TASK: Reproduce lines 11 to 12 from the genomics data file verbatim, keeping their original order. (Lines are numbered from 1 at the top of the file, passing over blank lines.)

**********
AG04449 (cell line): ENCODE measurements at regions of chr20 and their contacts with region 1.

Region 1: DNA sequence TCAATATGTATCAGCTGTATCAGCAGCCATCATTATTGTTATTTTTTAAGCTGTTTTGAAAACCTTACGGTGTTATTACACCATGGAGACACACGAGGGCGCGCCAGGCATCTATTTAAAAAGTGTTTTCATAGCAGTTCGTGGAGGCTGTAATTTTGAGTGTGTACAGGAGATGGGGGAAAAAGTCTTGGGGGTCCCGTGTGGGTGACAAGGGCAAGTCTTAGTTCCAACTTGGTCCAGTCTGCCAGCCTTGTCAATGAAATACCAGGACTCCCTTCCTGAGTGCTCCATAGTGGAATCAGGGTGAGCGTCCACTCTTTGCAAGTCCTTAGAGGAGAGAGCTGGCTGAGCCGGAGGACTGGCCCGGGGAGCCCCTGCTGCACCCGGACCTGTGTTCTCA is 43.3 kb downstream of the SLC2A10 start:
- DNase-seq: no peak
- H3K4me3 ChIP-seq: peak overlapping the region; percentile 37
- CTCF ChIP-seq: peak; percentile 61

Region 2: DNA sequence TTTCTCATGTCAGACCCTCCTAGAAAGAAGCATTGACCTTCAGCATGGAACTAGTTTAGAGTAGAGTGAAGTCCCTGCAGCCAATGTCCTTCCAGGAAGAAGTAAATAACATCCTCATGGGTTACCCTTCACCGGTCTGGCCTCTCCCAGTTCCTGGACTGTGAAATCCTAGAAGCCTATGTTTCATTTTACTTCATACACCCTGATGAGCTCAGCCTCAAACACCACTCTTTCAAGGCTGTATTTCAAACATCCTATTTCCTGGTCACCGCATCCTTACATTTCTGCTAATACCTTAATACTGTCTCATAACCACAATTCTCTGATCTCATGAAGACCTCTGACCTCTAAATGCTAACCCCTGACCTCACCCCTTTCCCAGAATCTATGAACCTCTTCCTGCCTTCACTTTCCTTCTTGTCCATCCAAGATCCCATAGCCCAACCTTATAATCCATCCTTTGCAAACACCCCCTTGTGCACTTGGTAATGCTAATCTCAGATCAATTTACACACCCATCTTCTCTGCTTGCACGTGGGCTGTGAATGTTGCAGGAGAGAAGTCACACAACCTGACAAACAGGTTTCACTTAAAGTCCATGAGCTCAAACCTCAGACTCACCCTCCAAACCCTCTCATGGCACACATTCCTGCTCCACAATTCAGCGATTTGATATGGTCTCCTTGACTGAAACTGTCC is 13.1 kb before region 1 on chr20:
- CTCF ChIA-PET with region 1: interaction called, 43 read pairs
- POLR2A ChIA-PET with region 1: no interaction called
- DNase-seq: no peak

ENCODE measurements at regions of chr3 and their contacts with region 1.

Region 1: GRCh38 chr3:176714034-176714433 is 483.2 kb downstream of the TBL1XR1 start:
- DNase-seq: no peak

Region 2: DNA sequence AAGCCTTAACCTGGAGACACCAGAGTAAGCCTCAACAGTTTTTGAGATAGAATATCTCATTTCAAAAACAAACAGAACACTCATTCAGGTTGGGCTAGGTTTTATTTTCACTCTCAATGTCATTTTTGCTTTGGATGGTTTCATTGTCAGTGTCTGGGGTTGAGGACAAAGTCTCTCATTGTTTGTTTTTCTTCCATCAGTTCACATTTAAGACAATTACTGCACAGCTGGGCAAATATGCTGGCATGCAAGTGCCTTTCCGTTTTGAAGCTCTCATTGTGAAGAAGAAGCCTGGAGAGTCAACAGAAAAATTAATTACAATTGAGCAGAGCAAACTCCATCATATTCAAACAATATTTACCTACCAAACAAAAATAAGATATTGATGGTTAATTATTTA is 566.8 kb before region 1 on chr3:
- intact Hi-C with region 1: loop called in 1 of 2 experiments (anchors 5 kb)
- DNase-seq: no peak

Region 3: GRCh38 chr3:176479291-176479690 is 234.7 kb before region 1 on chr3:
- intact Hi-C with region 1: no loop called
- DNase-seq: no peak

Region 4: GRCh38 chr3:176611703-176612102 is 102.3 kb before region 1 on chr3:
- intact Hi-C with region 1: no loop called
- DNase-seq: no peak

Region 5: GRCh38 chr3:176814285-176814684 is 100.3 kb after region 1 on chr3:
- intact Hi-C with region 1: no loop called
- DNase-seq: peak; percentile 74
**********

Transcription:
Region 1: GRCh38 chr3:176714034-176714433 is 483.2 kb downstream of the TBL1XR1 start:
- DNase-seq: no peak